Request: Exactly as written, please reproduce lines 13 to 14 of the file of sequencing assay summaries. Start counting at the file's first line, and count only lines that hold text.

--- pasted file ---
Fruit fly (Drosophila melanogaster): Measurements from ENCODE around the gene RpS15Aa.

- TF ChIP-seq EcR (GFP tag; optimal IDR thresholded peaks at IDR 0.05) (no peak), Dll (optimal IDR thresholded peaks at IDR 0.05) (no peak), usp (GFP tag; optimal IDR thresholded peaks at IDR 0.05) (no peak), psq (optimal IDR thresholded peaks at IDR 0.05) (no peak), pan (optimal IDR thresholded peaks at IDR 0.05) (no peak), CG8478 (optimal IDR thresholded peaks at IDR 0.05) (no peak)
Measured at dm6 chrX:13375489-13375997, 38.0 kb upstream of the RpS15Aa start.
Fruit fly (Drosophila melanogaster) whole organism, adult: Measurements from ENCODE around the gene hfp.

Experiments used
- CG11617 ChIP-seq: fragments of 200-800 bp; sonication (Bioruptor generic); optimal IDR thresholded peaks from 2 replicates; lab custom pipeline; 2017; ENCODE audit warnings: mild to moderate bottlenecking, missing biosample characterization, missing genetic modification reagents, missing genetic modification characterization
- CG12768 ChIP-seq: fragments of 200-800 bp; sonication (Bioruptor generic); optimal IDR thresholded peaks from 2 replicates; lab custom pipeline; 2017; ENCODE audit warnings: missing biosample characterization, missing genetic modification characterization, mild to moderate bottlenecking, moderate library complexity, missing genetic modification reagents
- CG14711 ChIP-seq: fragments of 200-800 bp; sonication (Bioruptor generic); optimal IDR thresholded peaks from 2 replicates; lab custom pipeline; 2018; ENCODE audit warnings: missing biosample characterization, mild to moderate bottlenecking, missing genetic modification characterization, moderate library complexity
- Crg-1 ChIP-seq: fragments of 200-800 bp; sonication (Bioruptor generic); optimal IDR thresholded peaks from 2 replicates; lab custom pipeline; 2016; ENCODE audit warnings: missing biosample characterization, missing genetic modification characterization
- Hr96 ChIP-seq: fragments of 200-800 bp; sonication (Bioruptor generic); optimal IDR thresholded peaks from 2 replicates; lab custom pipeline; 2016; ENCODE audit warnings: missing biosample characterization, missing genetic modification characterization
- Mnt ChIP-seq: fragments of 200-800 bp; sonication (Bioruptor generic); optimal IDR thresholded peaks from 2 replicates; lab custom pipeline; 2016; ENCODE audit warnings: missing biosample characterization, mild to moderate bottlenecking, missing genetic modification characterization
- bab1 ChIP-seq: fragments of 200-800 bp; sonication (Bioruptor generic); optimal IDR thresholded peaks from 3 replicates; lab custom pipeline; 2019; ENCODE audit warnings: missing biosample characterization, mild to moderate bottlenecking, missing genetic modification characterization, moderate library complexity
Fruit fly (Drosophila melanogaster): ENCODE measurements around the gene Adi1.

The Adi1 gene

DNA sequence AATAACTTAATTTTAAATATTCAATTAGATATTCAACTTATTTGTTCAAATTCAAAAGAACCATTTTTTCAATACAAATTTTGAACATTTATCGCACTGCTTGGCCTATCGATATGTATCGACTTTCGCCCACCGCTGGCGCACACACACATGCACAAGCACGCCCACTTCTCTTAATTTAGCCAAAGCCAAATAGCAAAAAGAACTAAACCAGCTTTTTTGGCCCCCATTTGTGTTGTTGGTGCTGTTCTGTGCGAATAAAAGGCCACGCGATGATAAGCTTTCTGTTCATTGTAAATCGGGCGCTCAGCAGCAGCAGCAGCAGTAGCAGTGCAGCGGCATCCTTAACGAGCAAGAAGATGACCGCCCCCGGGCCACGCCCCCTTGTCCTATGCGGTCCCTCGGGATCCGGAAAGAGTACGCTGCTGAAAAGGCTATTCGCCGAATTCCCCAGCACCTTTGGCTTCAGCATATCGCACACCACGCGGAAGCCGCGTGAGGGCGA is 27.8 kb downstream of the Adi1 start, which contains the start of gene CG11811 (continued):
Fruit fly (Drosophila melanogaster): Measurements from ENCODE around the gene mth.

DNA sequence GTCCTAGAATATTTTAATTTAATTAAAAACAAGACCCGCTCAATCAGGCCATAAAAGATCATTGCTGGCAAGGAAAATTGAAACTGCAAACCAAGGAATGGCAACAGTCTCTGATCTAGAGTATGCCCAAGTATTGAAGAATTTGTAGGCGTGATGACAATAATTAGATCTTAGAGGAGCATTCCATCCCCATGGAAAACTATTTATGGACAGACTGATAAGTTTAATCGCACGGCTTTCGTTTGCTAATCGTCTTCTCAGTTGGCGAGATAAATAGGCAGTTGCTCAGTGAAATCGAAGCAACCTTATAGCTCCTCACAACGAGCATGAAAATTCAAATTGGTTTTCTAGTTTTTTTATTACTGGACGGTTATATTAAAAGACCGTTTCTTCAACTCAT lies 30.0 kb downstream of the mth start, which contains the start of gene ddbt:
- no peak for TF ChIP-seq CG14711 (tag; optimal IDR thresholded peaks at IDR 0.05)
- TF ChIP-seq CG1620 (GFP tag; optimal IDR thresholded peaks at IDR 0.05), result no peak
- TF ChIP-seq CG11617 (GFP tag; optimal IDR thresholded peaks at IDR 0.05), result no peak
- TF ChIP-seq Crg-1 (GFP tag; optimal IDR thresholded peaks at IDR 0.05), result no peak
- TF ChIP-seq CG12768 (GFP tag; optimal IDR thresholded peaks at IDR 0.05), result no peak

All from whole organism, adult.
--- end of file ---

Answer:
Fruit fly (Drosophila melanogaster): ENCODE measurements around the gene Adi1.

The Adi1 gene